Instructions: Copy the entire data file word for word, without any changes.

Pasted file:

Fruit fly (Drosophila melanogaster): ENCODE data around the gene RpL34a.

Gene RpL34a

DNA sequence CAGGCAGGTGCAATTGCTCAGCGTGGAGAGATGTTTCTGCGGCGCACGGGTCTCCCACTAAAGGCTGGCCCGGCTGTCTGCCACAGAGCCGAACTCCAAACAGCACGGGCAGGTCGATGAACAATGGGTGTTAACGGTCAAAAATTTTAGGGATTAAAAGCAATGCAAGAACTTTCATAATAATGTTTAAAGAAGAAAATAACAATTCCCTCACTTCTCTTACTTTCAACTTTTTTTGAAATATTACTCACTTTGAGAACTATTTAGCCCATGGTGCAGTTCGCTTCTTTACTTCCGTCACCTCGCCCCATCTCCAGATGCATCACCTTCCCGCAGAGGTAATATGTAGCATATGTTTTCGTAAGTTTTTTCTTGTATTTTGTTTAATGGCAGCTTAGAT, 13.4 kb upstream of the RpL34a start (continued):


Fruit fly (Drosophila melanogaster): ENCODE data around the gene RpL34a.

Gene RpL34a

DNA sequence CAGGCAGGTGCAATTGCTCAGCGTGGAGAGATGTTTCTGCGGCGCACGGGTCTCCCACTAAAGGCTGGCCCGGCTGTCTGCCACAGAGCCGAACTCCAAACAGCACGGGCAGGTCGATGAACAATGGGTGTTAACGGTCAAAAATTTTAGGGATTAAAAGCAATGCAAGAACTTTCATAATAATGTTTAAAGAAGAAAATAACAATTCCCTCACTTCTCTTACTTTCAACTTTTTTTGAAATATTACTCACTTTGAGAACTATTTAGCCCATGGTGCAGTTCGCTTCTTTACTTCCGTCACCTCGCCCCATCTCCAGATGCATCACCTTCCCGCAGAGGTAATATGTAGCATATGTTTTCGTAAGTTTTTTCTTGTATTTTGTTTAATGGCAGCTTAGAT, 13.4 kb upstream of the RpL34a start (continued):